Discusses toxoplasmosis test, a blood test that checks pregnant women for antibodies to the Toxoplasma gondii parasite. Covers why and how it is done. Also discusses what results mean. Offers link to more info on toxoplasmosis during pregnancy.
toxoplasmosis test is a blood test that checks for
antibodies to the Toxoplasma gondiiparasite. Your body's natural defense system (immune system) will make these antibodies only if you
have been infected by this tiny parasite. The amount and type of antibodies you
have shows whether your infection is recent or occurred in the past. More than
one blood test may be done over several weeks.
For most people,
toxoplasmosis is not dangerous and goes away on its own. But if a pregnant
woman becomes infected and passes it on to her growing baby (fetus), it can cause blindness and brain damage in the
You can become infected by eating food such as undercooked
or raw meat from an infected animal or by handling an infected cat or its stool
(feces). After you have been infected, you will have antibodies to
Toxoplasma gondii for the rest of your life, so you
cannot be infected again.
To see if your growing baby is
infected, the test can be done on a sample of the fluid that is around your
baby (amniotic fluid) taken during
Why It Is Done
A toxoplasmosis test is done to check if
Pregnant woman has antibodies from a
toxoplasmosis infection. If she has the IgG type of antibody, that means an
infection occurred in the past and the baby does not have a chance of becoming
infected. If she has the IgM type of antibody, that means the infection is
recent and the baby does have a chance of becoming infected.
Person with a weakened immune system, such as
someone who has
HIV, has a chance of getting a toxoplasmosis
How To Prepare
Tell your doctor if you are pregnant and
have contact with a cat or clean a cat's litter box. Before your blood is
drawn, let your doctor know if you have bleeding or clotting problems, or if
you take blood-thinning medicine.
You do not need to do anything
else before you have this test.
How It Is Done
The health professional taking a sample
of your blood will:
Wrap an elastic band around your upper arm to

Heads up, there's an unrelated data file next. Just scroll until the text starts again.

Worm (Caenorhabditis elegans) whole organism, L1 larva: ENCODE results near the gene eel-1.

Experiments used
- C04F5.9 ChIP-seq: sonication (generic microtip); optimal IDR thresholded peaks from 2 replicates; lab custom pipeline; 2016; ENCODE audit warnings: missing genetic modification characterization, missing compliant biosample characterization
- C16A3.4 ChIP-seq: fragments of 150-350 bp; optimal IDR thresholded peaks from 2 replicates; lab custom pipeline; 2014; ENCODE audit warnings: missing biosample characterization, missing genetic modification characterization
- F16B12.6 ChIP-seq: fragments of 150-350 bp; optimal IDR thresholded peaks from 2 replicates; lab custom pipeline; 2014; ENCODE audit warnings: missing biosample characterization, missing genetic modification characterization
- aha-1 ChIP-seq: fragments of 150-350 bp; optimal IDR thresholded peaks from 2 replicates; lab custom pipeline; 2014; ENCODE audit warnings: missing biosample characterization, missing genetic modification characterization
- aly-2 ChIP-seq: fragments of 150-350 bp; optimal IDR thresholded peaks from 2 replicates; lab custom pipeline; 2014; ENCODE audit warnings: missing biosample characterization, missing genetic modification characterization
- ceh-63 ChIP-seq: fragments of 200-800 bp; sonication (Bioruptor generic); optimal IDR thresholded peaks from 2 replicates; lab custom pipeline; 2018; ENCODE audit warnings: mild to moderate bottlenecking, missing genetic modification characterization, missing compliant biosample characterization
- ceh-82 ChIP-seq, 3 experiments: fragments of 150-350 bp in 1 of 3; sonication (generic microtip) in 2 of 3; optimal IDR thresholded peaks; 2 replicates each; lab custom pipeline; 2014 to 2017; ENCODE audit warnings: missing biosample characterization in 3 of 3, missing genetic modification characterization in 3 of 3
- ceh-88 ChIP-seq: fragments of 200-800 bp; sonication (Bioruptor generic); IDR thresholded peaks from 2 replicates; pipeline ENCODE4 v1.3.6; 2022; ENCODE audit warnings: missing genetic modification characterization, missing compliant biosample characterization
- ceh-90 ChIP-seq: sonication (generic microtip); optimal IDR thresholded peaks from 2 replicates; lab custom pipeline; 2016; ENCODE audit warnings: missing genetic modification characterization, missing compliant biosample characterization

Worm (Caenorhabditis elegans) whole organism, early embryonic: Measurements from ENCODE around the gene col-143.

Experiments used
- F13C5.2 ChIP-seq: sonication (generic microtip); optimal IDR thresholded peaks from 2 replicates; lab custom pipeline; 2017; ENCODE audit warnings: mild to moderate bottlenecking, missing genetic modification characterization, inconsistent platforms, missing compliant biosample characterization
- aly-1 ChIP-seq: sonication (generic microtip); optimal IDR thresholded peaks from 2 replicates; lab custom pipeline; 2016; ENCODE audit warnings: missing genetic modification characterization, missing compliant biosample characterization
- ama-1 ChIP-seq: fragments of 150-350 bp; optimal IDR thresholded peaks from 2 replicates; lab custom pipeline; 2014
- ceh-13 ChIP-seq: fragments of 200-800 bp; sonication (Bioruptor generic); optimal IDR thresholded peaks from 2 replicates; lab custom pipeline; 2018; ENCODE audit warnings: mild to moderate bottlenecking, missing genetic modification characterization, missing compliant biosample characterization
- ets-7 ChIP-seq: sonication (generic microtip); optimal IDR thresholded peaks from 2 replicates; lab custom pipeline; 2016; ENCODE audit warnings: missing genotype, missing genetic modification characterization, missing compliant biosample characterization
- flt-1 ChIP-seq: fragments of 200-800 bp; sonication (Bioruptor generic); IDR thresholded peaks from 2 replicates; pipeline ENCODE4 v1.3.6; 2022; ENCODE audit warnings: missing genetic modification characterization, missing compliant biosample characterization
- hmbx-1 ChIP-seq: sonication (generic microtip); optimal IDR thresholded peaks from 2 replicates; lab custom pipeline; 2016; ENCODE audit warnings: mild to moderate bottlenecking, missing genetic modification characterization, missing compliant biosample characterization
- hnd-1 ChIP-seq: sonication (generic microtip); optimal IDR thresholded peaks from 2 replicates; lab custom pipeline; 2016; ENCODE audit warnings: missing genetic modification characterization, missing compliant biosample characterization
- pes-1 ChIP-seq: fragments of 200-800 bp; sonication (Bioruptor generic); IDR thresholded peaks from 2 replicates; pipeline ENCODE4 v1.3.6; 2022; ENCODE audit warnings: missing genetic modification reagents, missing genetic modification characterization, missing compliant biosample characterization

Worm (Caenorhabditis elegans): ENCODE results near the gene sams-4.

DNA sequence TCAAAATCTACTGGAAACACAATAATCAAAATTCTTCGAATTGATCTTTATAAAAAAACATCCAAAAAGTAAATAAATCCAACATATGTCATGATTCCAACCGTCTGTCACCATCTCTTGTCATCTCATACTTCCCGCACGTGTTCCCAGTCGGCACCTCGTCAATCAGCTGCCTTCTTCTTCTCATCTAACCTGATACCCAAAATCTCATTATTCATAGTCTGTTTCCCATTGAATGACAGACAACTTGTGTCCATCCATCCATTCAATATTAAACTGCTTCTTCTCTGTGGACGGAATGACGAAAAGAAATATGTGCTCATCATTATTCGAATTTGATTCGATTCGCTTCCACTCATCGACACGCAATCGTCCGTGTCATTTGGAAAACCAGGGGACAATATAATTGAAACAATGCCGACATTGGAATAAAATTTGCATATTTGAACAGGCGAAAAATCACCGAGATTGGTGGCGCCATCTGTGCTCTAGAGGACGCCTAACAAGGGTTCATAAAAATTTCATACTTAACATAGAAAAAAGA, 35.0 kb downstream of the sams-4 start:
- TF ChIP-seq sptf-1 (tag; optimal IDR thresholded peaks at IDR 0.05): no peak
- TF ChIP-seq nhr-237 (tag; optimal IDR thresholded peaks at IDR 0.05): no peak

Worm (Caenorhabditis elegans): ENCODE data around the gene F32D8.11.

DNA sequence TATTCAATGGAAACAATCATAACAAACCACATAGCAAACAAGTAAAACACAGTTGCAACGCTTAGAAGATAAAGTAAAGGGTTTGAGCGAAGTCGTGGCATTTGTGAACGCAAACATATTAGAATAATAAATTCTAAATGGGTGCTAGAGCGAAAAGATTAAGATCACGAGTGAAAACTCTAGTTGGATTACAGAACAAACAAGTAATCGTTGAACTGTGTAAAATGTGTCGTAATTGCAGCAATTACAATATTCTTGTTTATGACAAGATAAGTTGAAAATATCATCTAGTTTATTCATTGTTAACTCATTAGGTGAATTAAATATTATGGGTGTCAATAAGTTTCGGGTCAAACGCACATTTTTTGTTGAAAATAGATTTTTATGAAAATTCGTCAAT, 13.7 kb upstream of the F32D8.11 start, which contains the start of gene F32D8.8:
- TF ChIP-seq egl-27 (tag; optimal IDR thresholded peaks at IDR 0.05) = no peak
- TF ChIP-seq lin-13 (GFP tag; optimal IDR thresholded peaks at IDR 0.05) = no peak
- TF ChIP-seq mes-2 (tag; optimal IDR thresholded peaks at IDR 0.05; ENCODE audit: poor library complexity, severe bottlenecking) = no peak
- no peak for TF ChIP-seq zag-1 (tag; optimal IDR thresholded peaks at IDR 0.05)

stop the flow of blood. This makes the veins below the band larger so it is
easier to put a needle into the vein.
Clean the needle site with
Put the needle into the vein. More than one needle stick
may be needed.
Attach a tube to the needle to fill it with
Remove the band from your arm when enough blood is
Apply a gauze pad or cotton ball over the needle site as
the needle is removed.
Apply pressure to the site and then a
How It Feels
The blood sample is taken from a vein in
your arm. An elastic band is wrapped around your upper arm. It may feel tight.
You may feel nothing at all from the needle, or you may feel a quick sting or
There is very little chance of problems from
having blood drawn from a vein. You may get a small bruise at the site. You can
lower your chance of bruising by keeping pressure on the site for several
In rare cases, the vein may become swollen after the
blood sample is taken. This problem is called phlebitis. You can use a warm
compress several times a day to treat this.
Ongoing bleeding can be a problem for people with bleeding
disorders. Aspirin, warfarin (Coumadin), and other blood-thinning medicines can
make bleeding more likely. If you have bleeding or clotting problems, or if you
take blood-thinning medicine, tell the doctor before your blood is
toxoplasmosis test is a blood test that checks for antibodies to the Toxoplasma gondii parasite. The results of the test are usually given in
titers. A titer is a measure of how much the blood sample can be diluted with a
saltwater solution (saline) before the antibodies can no longer be found. Test
results are usually ready in 1 to 3 days.
A titer of 1 to 8 (1:8)
means that antibodies can be found when 1 part of the blood sample is diluted
by up to 8 parts of a saltwater solution (saline). A larger second number means
there are more antibodies in the blood. So a titer of 1 to 128 means there are
more toxoplasmosis antibodies in the blood than a titer of 1 to 32.
The normal values listed here—called a reference range—are just a guide. These ranges vary from lab to lab, and your lab may have a different range for what's normal. Your lab report should contain the range that your lab uses. Also, your doctor will evaluate your results based on your health and other factors. This means that a value that falls outside the normal values listed here may still be normal for you or your lab.
antibodies, such as
rheumatoid factor or antinuclear antibodies, may also
cause a false-positive result.
What To Think About
If your baby has the IgG antibody, he or she is
not infected. If your baby has the IgM antibody, he or she does have
Your newborn baby may be given a TORCH test at the
same time as a toxoplasmosis test. TORCH stands for Toxoplasmosis, Other, Rubella, Cytomegalovirus, and
Herpes. The TORCH test checks to see if your baby has
any of these infections.
Chernecky CC, Berger BJ (2013). Laboratory Tests and Diagnostic Procedures, 6th ed. St. Louis: Saunders.
How this information was developed to help you make better health decisions.